1. I don't disagree with you; I just don't believe the internet is a place for me to make pronouncements or act as if I "know better" than others. I know myself and that emoting about politics online would only make me unhappy. As a person with deep South roots who was impressed in long-ago childhood with the necessity of modesty, humility, and tact, I simply can't put myself forward in ways that lead to the destruction of peace and to dissension without positive resolution. What I do in person may be different, but in person *is* entirely different--more human, we might say--from internet interactions.

    2. Ah! Modesty, humility and tact. There you have me, in a social vice, as it were. To which only grace need be added to create a sort of holy quartet. Luckily WS was ahead of me and I can jump on to the back-seat of his tandem bicycle with this:

      But I, that am not shaped for sportive tricks,
      Nor made to court an amorous looking-glass;
      I, that am rudely stamp'd, and want love's majesty
      To strut before a wanton ambling nymph;
      I, that am curtail'd of this fair proportion,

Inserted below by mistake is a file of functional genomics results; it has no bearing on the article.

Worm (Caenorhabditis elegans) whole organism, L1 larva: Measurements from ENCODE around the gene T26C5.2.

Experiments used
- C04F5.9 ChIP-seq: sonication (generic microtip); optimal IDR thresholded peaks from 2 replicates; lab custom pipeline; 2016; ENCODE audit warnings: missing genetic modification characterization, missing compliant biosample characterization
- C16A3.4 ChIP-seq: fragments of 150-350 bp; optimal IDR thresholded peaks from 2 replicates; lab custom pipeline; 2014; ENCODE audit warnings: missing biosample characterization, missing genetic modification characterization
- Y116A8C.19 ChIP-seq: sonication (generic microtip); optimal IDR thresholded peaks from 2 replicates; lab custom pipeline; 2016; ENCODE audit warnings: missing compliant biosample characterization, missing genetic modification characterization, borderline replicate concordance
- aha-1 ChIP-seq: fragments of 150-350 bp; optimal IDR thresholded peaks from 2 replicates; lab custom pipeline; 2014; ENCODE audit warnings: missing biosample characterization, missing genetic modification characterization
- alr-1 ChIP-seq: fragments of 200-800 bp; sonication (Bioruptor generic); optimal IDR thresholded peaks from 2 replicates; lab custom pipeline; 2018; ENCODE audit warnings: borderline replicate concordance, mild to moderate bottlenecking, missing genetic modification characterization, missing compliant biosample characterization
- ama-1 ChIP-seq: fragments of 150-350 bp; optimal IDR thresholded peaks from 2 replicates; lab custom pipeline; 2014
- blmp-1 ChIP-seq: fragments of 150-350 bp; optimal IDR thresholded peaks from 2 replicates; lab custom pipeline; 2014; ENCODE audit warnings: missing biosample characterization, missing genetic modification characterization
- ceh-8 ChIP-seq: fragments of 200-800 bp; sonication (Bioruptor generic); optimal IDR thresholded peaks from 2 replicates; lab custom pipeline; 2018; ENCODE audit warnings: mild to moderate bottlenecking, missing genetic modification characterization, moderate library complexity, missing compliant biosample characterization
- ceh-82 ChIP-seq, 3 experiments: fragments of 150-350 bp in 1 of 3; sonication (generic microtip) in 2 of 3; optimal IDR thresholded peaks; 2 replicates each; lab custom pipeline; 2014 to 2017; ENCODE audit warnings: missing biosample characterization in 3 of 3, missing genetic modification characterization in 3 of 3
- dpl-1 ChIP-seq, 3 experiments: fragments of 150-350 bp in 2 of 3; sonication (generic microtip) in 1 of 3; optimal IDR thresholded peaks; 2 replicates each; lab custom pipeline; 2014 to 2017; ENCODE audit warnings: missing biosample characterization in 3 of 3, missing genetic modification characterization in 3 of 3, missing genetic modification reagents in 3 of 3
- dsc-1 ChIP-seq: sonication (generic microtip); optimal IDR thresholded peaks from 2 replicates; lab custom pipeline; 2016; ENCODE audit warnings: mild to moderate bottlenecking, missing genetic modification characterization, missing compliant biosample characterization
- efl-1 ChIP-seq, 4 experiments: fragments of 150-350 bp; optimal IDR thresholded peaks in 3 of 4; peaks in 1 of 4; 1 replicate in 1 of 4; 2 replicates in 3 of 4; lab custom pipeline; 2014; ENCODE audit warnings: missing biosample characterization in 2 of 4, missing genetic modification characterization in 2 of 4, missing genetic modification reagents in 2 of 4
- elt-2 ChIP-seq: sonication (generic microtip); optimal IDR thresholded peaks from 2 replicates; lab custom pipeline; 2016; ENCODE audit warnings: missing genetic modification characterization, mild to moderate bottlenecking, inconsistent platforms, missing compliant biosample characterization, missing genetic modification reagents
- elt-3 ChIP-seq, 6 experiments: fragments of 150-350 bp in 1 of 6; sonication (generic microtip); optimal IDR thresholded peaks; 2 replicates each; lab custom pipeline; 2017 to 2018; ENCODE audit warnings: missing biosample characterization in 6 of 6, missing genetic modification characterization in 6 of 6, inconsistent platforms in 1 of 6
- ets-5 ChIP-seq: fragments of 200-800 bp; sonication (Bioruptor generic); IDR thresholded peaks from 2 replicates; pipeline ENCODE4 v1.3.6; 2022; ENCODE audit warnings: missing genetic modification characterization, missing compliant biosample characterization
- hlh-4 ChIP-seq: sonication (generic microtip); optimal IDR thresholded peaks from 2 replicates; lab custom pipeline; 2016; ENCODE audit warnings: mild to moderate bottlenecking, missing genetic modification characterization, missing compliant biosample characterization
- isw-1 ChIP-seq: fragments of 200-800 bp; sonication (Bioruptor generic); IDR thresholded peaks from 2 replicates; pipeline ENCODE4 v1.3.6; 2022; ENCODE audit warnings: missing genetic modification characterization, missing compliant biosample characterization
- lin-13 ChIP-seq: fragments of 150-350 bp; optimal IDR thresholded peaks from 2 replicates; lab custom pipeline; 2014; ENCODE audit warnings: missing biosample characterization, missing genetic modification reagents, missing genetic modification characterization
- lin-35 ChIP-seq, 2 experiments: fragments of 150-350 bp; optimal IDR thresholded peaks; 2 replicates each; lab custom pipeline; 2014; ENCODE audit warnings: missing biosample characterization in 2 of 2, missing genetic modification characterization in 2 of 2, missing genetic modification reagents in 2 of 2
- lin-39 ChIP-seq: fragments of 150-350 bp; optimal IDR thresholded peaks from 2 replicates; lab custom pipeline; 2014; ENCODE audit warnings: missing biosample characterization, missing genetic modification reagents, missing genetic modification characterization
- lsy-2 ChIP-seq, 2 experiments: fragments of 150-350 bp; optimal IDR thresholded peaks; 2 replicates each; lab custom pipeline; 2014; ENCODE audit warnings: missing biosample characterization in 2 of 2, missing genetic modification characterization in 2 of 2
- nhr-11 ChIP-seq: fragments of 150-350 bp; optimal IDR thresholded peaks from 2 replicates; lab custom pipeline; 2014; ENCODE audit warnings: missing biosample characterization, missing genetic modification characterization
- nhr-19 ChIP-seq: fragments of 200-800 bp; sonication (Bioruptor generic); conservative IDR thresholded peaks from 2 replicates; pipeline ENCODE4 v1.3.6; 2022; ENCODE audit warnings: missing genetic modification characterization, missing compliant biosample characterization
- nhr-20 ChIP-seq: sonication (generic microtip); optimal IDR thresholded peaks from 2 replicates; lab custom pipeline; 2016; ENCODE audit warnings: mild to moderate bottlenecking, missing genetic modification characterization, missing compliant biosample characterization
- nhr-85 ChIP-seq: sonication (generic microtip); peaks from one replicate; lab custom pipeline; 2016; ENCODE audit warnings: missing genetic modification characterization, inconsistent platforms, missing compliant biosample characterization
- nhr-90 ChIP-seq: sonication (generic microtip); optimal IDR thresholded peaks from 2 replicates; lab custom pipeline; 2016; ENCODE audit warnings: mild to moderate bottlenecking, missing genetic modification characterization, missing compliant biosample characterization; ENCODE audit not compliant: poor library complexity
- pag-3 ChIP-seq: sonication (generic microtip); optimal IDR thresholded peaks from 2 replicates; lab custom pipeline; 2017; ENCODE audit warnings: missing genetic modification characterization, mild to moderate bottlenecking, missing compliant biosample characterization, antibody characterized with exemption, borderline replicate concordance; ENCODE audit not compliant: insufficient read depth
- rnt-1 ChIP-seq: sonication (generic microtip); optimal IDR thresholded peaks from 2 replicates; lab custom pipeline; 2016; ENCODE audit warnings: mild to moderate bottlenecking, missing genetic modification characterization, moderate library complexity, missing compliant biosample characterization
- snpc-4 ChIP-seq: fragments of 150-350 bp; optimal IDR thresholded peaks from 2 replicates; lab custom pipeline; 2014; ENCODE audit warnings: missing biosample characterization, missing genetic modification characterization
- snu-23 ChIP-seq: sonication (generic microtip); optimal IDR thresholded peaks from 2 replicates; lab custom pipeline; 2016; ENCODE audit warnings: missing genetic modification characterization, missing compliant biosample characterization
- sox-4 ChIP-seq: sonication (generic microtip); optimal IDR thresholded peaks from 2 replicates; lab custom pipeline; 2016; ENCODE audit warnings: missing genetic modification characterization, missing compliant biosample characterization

Cheated of feature by dissembling nature,
      Deformed, unfinish'd, sent before my time
      Into this breathing world, scarce half made up,
      And that so lamely and unfashionable
      That dogs bark at me as I halt by them...

      and as you know it all ends in tears.

      PS: I particularly admire "scarce half made up"

    3. Ends in tears, yes... and then after a half-millenium, your bashed bones are found in what y'all call a car park! And interred with some fanfare in a cathedral. Not too mean, as bones go. Leicester, I think--that was my maternal grandfather's middle name, and he was called "Lee."

      I don't claim that my ancestors made a success of me with their demands, merely that they made a sharp, deep impression on me that I am unable to escape. There's a link to a poem in the following post or so that is a fairly truthful (barring any burnishings of art) record of my feelings on such things. "The Ancestors, Again."

    4. P. S. I admire that phrase also...


Alas, I must once again remind large numbers of Chinese salesmen and other worldwide peddlers that if they fall into the Gulf of Spam, they will be eaten by roaming Balrogs. The rest of you, lovers of grace, poetry, and horses (nod to Yeats--you do not have to be fond of horses), feel free to leave fascinating missives and curious arguments.